The woman who leases Romeo apparently bought him a blanket - which she was told he almost certainly will not use, as he grows a coat you could smuggle contraband in.
 

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Southern Middle Tennessee here.

TWH Rusty started his winter coat a few weeks late but he’s got a good layer on him now. His nether hair growth is par for this time of year — I’ve clipped it back already🤢

I was worried how Dutch Warmblood Duncan who lived his entire 26 in Southern California would fur up and how he would manage the “cold” in Tennessee. He furred up beautifully with a short very thick coat, similar to the way Joker (RIP) furred up.

It was a windy 30-something Saturday and a quiet 27(F) this morning. He’s been out there happily buckin’ up trying to get Rusty to play— Rusty never plays, lol.

I am ecstatic both of my seniors have ample fur. Rusty is normal for this time of year. Duncan has exceeded my “fur growing” expectations considering where he used to live and he is plenty comfortable.
 
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Cinder has his winter coat shorter an less of it this year. Ice has some winter coat it's a bit longer then his summer coat but very thin.

Certainly wont protect him from our northern MN winter subzero cold. Right now high teens for low high 20s for highs. Ground is starting to freeze up have a dusting of snow after 2 days of pouring rain.
 

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My horses in Florida are all fluffy. Even the one I body clipped a month ago... I had hoped to clip them today but we finally got a cold front. My young colt has enough hair right now to survive a snowstorm.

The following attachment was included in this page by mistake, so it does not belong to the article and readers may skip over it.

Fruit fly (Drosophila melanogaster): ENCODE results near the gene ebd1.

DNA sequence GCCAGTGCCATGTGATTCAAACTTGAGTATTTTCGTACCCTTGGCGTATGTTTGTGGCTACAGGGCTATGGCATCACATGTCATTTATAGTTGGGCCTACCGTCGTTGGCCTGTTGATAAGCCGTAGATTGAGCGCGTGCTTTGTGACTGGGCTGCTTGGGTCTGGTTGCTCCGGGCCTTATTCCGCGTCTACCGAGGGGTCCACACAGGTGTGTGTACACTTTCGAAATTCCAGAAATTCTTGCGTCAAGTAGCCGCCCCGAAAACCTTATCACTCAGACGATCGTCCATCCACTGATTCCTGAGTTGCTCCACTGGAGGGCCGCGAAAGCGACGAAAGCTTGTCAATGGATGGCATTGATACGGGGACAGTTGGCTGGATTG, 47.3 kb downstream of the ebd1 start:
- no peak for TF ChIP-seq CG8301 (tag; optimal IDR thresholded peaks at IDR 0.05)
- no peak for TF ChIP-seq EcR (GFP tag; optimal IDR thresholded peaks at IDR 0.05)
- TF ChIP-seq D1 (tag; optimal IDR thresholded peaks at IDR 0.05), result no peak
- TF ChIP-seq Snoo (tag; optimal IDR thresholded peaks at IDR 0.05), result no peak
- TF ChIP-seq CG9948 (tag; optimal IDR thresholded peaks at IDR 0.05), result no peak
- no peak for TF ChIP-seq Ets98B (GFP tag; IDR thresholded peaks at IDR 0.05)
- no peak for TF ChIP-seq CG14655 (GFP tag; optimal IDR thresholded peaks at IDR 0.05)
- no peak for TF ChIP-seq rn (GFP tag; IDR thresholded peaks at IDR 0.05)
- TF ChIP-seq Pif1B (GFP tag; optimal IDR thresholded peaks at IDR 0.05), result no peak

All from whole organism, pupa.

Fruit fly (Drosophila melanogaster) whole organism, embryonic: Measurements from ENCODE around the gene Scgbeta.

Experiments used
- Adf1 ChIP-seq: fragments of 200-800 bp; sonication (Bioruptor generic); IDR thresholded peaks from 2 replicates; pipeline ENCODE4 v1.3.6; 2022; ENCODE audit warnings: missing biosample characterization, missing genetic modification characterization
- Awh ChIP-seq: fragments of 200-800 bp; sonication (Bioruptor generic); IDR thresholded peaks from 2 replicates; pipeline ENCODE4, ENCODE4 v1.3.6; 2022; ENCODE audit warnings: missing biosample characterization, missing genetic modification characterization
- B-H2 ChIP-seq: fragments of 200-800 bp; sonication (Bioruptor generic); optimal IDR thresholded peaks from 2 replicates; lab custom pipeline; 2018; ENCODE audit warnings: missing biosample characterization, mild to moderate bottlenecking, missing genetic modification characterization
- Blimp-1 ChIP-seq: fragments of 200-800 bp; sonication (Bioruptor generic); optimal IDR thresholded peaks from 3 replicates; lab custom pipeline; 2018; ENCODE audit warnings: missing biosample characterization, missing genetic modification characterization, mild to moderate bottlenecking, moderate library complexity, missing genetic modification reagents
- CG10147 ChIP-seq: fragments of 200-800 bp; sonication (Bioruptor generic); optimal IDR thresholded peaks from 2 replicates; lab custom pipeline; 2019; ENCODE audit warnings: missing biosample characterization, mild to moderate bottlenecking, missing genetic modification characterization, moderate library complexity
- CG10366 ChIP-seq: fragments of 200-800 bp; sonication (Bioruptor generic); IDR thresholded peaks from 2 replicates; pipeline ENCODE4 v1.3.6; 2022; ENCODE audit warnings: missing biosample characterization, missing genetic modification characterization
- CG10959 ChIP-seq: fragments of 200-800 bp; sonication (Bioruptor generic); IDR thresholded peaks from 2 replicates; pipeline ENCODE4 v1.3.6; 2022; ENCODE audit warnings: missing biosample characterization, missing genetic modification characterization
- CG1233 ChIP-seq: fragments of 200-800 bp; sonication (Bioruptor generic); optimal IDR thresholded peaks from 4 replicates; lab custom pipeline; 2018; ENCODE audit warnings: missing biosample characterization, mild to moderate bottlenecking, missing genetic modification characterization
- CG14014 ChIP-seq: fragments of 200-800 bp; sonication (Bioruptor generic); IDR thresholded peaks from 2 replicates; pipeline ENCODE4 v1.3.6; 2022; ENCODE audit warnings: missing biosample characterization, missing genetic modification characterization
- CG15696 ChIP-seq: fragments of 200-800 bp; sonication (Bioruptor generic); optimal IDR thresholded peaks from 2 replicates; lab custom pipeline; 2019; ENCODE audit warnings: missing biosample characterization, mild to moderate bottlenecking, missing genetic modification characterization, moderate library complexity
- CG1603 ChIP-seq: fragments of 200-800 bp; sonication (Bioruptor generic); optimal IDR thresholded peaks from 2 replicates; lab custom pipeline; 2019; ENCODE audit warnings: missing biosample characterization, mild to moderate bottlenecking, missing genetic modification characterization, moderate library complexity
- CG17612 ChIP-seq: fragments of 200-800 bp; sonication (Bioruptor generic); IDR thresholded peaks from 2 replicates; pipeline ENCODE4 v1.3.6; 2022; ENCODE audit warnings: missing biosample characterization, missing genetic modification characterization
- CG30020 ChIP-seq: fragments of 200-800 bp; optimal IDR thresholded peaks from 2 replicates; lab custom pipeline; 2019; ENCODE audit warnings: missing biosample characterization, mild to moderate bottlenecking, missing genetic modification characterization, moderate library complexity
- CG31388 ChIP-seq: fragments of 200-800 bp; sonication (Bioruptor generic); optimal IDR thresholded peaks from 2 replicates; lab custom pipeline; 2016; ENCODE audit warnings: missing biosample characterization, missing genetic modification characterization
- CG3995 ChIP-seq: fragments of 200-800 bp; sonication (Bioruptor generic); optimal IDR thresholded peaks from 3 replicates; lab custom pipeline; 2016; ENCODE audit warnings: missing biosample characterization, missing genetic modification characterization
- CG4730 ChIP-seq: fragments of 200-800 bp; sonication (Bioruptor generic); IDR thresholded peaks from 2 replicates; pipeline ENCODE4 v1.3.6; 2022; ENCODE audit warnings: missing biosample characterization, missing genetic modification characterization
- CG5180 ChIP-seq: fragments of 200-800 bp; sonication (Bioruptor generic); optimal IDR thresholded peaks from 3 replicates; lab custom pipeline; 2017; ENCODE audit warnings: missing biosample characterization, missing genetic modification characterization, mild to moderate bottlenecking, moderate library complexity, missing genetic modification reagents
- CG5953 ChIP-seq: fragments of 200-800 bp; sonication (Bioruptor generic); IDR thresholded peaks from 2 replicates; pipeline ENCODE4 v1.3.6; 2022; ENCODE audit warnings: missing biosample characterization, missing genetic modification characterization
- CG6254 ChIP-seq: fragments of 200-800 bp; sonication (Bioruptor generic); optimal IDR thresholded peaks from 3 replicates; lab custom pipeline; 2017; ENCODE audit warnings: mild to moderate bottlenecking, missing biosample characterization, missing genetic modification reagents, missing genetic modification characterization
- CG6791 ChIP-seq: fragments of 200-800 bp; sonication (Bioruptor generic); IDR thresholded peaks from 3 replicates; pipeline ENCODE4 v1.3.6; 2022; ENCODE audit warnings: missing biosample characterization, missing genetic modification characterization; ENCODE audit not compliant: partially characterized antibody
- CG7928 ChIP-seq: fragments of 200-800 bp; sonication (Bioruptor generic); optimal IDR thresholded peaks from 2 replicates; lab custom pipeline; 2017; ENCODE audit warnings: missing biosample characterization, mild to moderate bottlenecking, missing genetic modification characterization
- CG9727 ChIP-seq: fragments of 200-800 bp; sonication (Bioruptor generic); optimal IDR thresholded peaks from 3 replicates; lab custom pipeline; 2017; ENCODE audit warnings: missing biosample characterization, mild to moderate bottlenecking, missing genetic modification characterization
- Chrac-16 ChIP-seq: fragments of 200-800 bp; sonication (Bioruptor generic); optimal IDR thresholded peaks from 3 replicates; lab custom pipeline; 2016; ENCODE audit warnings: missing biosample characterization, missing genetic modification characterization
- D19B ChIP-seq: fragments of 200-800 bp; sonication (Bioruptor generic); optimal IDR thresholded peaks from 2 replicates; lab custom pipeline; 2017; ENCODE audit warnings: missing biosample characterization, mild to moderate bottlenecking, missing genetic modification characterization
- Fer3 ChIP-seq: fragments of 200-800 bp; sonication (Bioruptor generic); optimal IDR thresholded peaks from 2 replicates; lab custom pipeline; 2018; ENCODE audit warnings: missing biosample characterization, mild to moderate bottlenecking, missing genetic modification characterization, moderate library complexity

Me too...fuzzy and downy soft mine are.
Their coats are very deceiving cause they don't look thick but touch them and your hand sinks into that thick and fluffy undercoat.
My paint looks so sleek from a distance as does our gray senior citizen.

Mother Nature is telling some of us to be prepared.....be forewarned and do right by the animals for their comfort.
🐴...
 

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My buckskin her first winter she was a wooly mammoth as a yearling but since then she has not grown much of a coat at all. She did originate from Oklahoma and our winters don't really get 'cold' here.I think I am freezing below 60 lol but that is just me being raised in a desert climate that only sees snow once every 10 years. Our lows for the next two months don't go below 30 and we are in the mid to low 60s during the day. It did drop quicker this year than usual but my buckskin is still holding out and yes she shivers if the wind picks up at night -_- so she gets blanketed with a lightweight sheet. The old red mare started popping a coat back in October, not a lot but some fluff and my younger red filly has mostly a summer coat as well. She does sweat like its 100 out every ride so I am blanketing her as well with the plan to probably clip her here soon.
However essentially, the two I have had for a few years are right on par with their normal coats this time of year.
 

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Goat hairs can be a sign of metabolic issues.

After three wet, windy, chilly days and cold still nights we've achieved some floof, poof and whitening.